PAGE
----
higher-wagesHigher wages mean higher costs for companies. There’s no denying that. And in the near term, that’s what investors typically focus on.

However, there are interim and longer-term benefits that outweigh any short-term concerns with increasing empoyee wages. In fact, Wal-Mart (NYSE: WMT) boosted its minimum wage in April and is already seeing lower turnover and a rise in job applicants.

One of the big keys to increasing wages is that it lowers turnover, which is rather costly. An often-cited statistic is that the replacement cost of hiring a new employee averages a fifth of the previous worker’s salary. There’s also a direct correlation between wage increases and a better store experience, increased customer sentiment and rising store traffic.

Wal-Mart is the big name when it comes to wage increases, given that it’s the world’s largest employer. In April it said it was boosting the minimum pay for employees in the U.S. to $9 an hour. Next year it’s upping that to $10 an hour.

However, the close to $1 billion investment in higher wages will lead to big strides in improving its brand image. More importantly, it should also help fix some of Wal-Mart’s key issues, such as faster checkouts, better stocked stores and better store service.

Wal-Mart isn’t the only company investing in its staff. A few other blue chips are doing the same. However, these companies have market caps of more than $50 billion, so an overnight change from higher wages shouldn’t be expected.

McDonald’s Changes Course

McDonald’s (NYSE: MCD) is taking a slightly different path than Wal-Mart. It’s just upping wages for employees in its company-owned stores, not franchised locations. It will be paying $1 over the local minimum wage.

Now, McDonald’s has a lot of other issues on its hands. The company rolled out a turnaround plan last month which includes menu innovations – such as having fewer but more impactful menu items –  and a strategy to organize the company into different segments to better allocate resources in faster growing markets.

McDonald’s is also taking a page from the Wendys (NASDAQ: WEN) playbook by refranchising upwards of 3,500 stores by the end of 2018. When completed, 90% of McDonald’s locations will be franchised. The initiative will help get McDonald’s out of the restaurant management business and allow it to focus on its brand and menu.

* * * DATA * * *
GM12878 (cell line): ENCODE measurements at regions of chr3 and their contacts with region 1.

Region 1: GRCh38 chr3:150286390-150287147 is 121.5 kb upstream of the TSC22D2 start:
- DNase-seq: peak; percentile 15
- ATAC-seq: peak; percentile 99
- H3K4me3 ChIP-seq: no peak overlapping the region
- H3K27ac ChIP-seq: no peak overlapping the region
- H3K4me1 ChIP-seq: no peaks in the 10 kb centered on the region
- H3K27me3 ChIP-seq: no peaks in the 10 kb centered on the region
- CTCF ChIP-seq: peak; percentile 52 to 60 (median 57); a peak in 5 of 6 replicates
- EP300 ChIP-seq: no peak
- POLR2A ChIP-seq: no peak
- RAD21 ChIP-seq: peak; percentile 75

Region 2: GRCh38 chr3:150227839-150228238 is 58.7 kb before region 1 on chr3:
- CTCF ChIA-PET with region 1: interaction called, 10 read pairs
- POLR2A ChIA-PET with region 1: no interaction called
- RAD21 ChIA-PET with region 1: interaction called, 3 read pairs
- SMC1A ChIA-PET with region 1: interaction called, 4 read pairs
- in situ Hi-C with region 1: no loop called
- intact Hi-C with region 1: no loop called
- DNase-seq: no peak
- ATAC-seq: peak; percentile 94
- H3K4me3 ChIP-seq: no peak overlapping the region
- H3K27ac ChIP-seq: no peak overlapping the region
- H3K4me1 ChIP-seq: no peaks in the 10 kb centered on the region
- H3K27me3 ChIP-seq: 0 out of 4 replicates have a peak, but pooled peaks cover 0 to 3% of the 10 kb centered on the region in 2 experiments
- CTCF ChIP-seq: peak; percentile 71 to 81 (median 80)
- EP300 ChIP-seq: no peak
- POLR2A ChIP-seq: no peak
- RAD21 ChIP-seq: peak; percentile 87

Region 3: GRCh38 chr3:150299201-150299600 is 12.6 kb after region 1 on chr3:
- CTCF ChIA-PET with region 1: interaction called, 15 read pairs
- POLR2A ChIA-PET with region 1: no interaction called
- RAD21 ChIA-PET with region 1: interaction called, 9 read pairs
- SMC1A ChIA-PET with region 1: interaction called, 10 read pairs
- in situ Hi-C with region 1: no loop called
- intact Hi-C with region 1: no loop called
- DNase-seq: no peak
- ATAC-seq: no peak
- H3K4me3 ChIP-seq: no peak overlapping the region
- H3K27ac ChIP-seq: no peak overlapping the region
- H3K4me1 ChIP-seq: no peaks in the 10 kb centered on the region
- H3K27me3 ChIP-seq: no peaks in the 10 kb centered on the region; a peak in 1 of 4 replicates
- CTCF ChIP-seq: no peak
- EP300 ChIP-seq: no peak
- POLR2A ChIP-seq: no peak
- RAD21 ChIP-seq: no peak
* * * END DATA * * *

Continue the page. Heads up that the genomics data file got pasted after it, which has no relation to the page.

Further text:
Setting an Aggressive Target

Then there’s Target (NYSE: TGT), which upped wages for all its employees to at least $9 an hour last month.

Target shares have been a major underperformer over the last five years, up 50% while the S&P 500 index is up 92%. The company had a major hiccup with its expansion into Canada, and has since shut down those operations.

Target is getting aggressive with its turnaround by selling off over 1,600 in-store pharmacy clinics to CVS (NYSE: CVS). Target’s pharmacies operate near break-even, so getting close to $2 billion for the operations was a positive.

Going forward, Target will likely shift toward a smaller store format, which should help it expand faster. The smaller store strategy increases its potential footprint by allowing the company to tap into more urban markets.

A true corporate comeback takes time and various initiatives, but it’s hard to execute a turnaround without the support of your employees. The wage increases by the three blue chip stocks above are just the start of their turnaround journeys. But they have started paving a path.

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Published by Wyatt Investment Research at